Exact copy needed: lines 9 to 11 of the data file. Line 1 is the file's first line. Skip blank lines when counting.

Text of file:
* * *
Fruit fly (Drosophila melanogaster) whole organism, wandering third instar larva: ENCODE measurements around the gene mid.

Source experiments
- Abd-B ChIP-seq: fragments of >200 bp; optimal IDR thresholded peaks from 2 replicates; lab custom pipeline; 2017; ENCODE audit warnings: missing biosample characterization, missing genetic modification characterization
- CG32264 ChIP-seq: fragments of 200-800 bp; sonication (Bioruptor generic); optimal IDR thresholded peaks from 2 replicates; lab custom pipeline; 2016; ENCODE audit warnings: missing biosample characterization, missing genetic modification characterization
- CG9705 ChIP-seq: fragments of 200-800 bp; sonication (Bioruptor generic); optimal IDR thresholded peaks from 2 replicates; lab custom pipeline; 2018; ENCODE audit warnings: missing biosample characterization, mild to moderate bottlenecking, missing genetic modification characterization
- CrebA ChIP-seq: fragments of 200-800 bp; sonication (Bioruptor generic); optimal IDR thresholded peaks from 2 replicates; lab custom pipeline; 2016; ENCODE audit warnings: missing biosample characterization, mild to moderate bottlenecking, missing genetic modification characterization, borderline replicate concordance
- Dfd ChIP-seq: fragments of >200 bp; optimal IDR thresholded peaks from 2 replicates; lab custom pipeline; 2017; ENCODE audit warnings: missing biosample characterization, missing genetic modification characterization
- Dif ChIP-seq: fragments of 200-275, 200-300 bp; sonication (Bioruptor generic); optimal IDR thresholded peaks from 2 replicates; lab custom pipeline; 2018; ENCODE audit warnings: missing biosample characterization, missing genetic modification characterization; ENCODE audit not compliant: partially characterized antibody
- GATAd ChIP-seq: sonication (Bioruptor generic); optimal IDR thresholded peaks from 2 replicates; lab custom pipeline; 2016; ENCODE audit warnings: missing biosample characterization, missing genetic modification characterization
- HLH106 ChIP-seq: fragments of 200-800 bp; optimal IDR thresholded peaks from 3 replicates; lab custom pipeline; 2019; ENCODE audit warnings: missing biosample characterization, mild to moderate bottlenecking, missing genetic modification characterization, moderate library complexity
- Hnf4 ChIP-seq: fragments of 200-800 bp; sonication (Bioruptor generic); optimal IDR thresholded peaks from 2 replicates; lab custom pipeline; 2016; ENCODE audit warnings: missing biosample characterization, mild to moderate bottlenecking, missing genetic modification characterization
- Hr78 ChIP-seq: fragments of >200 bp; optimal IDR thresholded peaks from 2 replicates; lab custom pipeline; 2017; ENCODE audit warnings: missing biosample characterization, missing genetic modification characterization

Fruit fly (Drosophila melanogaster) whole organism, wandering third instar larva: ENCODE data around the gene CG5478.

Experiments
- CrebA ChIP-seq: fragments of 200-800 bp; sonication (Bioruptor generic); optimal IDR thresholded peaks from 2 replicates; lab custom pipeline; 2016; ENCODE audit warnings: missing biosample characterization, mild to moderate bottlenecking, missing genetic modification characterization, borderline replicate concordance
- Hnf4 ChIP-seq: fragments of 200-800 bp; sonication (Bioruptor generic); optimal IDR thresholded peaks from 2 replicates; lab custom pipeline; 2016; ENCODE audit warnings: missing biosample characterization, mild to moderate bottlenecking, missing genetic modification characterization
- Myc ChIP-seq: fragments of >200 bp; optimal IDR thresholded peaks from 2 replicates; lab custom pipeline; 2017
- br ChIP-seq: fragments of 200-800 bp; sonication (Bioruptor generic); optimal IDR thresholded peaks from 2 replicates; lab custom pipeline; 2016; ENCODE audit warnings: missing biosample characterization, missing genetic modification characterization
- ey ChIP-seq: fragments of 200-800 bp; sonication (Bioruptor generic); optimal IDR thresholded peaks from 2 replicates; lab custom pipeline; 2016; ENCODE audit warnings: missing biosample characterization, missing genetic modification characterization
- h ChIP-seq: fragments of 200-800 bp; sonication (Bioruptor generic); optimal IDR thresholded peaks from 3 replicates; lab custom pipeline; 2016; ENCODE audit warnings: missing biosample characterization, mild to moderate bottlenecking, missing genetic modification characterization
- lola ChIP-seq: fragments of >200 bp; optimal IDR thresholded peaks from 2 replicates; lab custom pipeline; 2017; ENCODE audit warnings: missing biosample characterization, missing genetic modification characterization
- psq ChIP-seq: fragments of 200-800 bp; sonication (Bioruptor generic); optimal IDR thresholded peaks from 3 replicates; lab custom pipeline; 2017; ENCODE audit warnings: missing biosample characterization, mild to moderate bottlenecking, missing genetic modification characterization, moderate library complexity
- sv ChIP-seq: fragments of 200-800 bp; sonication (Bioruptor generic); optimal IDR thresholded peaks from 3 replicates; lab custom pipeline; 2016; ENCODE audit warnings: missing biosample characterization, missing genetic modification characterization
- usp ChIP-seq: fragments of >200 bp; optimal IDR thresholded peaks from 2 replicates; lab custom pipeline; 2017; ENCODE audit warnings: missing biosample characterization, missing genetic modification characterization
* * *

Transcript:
- GATAd ChIP-seq: sonication (Bioruptor generic); optimal IDR thresholded peaks from 2 replicates; lab custom pipeline; 2016; ENCODE audit warnings: missing biosample characterization, missing genetic modification characterization
- HLH106 ChIP-seq: fragments of 200-800 bp; optimal IDR thresholded peaks from 3 replicates; lab custom pipeline; 2019; ENCODE audit warnings: missing biosample characterization, mild to moderate bottlenecking, missing genetic modification characterization, moderate library complexity
- Hnf4 ChIP-seq: fragments of 200-800 bp; sonication (Bioruptor generic); optimal IDR thresholded peaks from 2 replicates; lab custom pipeline; 2016; ENCODE audit warnings: missing biosample characterization, mild to moderate bottlenecking, missing genetic modification characterization